The word refugee has become somewhat explosive in recent years, not least in the UK, three syllables that amount to variously a warning, a threat and a political pawn. Immigration is unquestionably a sensitive and difficult issue and understandably creates diverging opinions, yet in the midst of all of the political wrangling and nationalist debate, what has been sadly lost are the human beings at the heart of the crisis and their stories – stories which oftentimes comprise unspeakable trauma, unthinkable tragedy and unbelievable pain, but which are muted by more powerful voices. Refugee Tales, which started life as an outreach project inspired by the experiences of men held in immigration detention at Gatwick and has since led to three books which share the stories of refugees, seeks to raise awareness of ‘Indefinite Detention’ in the UK and fight for those struggling in the system.

Refugee Tales: Volume III gives the voice back to this silenced group of refugees, asylum seekers and immigration detainees and the space to share their stories. In nineteen individual narratives, which encompass everything from The Orphan’s Tale, to The Embroiderer’s Tale and The Expectant Mother’s Tale, a variety of authors including Monica Ali, Patrick Gale and Bernardine Evaristo recount incredibly harrowing, unsettling and dehumanising life stories. Whatever your views on refugees and immigration, it is impossible to read just how terribly people have suffered and not be moved and shocked by what they have gone through. What is perhaps most shocking of all, however, is the treatment they endure in the UK itself. There is inevitably an immigration process that arrivals have to go through, however it is the bureaucracy, degradation and confusion that emerge in each story that reveal just how crude and unpleasant this process is. Every narrative reads like a Kafkaesque reality – where people are made to travel miles to reporting centres despite not having travel allowances, are suddenly detained and confined like prisoners, are questioned endlessly and repetitively without being listened to, and are moved around and relocated without any sense of when they may be released or where to.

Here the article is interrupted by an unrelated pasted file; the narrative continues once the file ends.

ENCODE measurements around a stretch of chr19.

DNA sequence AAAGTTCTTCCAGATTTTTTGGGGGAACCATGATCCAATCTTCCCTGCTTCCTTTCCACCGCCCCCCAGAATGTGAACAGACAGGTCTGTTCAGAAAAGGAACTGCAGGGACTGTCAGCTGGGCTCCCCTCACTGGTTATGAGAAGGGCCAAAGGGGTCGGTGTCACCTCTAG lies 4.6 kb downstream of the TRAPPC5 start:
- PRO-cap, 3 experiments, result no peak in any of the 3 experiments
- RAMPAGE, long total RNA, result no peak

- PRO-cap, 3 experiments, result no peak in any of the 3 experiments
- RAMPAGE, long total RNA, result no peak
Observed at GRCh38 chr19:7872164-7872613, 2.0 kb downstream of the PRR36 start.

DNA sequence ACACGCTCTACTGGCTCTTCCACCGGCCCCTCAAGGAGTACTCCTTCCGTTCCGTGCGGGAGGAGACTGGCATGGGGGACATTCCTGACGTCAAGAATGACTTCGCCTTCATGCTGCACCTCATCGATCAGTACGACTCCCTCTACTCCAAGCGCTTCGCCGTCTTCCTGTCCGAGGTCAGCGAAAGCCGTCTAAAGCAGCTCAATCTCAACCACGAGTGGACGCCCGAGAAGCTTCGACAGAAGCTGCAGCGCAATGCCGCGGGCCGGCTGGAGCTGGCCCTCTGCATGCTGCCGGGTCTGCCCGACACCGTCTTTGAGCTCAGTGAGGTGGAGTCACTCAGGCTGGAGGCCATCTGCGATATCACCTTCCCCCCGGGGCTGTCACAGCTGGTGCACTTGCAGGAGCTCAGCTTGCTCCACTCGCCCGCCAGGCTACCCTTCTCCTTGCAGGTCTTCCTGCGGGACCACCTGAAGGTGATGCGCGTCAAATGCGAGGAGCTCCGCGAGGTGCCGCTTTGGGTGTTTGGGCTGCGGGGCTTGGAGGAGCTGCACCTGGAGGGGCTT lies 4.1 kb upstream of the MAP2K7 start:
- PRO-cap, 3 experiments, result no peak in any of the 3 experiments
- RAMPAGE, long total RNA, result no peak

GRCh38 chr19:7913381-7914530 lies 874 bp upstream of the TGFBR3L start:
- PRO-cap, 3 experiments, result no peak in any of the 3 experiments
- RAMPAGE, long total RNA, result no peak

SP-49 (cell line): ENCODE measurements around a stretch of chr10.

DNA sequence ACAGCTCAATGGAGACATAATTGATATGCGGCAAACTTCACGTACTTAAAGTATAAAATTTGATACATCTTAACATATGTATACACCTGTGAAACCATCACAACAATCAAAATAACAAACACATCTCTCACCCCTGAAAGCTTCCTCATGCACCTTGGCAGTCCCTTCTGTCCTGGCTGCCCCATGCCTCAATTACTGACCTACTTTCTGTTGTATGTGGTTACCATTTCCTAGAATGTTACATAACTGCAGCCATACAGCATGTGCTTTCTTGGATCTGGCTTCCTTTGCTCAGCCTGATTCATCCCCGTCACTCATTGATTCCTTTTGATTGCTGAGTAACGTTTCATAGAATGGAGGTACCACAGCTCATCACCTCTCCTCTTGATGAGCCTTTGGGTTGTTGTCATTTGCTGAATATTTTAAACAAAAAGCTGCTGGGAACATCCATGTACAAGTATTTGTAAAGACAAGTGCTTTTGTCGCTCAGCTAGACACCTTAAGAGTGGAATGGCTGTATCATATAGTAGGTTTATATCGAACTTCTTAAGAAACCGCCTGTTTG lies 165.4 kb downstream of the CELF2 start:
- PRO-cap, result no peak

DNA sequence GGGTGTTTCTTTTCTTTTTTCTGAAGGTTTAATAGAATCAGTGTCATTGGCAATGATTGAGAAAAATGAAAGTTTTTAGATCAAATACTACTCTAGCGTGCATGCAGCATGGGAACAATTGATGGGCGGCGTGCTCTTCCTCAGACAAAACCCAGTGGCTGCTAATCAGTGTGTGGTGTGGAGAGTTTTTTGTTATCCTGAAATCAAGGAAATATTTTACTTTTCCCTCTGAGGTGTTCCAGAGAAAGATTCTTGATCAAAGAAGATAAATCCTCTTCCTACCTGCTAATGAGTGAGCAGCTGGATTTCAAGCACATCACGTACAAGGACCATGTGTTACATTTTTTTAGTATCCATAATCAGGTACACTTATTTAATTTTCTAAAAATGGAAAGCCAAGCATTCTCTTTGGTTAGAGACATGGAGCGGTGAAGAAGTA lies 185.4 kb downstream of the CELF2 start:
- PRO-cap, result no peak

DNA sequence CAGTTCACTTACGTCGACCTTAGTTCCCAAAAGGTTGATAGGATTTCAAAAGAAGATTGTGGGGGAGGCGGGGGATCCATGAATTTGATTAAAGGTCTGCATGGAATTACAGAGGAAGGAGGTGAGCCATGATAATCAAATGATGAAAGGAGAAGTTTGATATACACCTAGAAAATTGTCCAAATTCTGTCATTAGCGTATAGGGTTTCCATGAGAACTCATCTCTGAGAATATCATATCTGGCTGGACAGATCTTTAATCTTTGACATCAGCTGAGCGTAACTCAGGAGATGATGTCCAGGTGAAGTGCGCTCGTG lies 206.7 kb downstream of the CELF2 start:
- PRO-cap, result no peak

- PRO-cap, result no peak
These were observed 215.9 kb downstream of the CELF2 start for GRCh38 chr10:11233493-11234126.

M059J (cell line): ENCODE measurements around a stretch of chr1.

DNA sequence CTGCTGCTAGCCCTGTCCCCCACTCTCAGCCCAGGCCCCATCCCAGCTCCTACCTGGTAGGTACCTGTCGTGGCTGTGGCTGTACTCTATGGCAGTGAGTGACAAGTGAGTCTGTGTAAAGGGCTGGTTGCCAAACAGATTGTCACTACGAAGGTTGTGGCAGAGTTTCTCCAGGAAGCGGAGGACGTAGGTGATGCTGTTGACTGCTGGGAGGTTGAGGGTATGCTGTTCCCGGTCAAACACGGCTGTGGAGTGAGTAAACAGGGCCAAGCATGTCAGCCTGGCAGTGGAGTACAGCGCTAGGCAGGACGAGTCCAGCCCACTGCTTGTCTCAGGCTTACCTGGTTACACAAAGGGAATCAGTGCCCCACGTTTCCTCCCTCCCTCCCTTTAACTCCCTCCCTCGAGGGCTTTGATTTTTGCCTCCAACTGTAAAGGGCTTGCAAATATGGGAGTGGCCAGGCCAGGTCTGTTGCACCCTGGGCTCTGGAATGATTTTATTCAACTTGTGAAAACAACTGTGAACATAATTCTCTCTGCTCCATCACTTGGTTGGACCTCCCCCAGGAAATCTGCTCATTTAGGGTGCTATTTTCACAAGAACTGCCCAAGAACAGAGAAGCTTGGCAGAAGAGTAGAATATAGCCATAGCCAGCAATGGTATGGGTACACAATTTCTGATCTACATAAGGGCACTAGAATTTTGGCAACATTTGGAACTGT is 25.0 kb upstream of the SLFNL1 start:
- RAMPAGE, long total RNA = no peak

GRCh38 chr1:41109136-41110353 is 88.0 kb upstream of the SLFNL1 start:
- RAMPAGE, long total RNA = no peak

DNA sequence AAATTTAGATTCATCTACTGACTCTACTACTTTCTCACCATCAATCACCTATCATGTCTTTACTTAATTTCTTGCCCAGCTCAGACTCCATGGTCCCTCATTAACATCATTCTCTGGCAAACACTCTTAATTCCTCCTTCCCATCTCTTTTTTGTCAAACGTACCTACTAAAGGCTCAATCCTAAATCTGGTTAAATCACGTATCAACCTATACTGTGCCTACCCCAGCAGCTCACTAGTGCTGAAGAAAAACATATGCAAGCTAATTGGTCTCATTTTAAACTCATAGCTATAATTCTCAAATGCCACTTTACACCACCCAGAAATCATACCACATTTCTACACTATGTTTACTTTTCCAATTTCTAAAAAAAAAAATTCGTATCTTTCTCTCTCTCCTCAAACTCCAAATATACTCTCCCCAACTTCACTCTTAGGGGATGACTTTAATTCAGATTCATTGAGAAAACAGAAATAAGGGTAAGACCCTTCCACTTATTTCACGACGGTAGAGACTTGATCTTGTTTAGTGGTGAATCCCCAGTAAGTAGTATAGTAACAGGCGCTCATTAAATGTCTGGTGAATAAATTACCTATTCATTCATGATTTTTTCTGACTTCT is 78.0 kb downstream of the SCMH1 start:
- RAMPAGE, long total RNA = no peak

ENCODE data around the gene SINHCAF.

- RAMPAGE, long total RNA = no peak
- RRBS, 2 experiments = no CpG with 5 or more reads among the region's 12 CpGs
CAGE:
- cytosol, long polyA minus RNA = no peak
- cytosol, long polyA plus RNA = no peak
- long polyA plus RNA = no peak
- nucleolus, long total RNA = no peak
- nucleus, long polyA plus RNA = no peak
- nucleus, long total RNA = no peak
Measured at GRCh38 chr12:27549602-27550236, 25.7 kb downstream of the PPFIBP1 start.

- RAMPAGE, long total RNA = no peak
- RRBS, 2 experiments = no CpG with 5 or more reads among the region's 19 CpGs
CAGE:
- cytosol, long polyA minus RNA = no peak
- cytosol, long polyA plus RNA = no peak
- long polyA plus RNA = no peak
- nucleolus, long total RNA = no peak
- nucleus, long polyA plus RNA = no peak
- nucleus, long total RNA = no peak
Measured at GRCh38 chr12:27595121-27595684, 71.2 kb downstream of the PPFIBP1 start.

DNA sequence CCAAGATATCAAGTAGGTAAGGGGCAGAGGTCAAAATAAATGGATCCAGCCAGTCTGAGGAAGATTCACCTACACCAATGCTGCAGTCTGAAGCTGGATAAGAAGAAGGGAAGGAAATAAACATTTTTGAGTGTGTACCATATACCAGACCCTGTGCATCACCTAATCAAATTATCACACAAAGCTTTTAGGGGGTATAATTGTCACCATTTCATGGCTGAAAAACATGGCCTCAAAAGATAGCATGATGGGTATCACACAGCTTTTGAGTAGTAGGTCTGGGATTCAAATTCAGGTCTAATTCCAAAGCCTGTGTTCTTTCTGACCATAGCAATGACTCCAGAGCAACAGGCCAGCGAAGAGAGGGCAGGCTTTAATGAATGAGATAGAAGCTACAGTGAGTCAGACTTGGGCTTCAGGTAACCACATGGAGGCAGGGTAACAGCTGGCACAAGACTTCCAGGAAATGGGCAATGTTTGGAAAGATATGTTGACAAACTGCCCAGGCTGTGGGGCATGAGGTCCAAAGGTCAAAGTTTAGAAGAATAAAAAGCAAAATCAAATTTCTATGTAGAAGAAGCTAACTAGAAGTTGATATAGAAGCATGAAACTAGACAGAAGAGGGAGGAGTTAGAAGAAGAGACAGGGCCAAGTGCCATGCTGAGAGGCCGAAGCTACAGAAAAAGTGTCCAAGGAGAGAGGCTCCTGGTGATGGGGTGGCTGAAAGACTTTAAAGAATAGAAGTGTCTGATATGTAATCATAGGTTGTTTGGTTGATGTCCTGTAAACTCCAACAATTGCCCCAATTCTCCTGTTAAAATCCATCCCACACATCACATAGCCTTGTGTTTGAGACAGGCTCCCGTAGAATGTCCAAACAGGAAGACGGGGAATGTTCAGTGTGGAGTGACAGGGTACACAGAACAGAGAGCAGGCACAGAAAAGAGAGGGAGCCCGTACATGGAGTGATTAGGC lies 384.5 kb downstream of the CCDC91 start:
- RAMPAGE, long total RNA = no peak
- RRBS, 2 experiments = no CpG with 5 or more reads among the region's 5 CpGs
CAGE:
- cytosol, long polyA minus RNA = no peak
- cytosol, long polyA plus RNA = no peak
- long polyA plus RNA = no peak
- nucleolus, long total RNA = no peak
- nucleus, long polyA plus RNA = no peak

The portrait of the authorities has a similarly Kafkaesque, even Orwellian feel; those in the positions of responsibility and power oftentimes depicted as incredibly obstructive and degrading, as the narrator of The Erased Person’s Tale defines it: ‘this attitude epitomises the environment of intentional hostility, the culture of disbelief, which those at the top are helping to encourage.’ There is a need for checks, for the correct processing, but there is also a need for empathy and understanding, which seems to be lacking. These tales each depict a person whose struggles are real, whose motives are honest and whose aspirations are hopeful, yet they are all tarred with the same brush. It is a sad indictment of where world and national politics has taken us that everyone must be treated first with scepticism and resentment, and with sympathy and respect only as an afterthought. The stories in this collection show that these people have already endured more than any human being ever should and when they believe their suffering is over, their journey thankfully complete, there is yet further degradation.

These stories opened my eyes not only to the harrowing realities of those who as The Social Worker’s Tale describes ‘have the disadvantage… of being born in the right country at the wrong time’ but also the stark reality of the systems and structures that underpin the British immigration system, which sadly come across as archaic, insensitive and, crucially, inhuman. Refugee Tales: Volume III is a really laudable and invaluable book that has the power to make people aware of situations and circumstances they may not have been familiar with and to encourage them to rethink, question and transform their attitudes and understanding. Inevitably, immigration remains a contentious issue, for which there is no hard and fast remedy, but this small but mighty book is a necessary reminder that behind the news stories, the scaremongering and the stereotypes, there are real people, often with heartbreaking experiences who deserve, in the very least, to be treated humanely.

J. Craddock 5/5

Refugee Tales: Volume III
Comma Press 9781912697113 pbk Jul 2019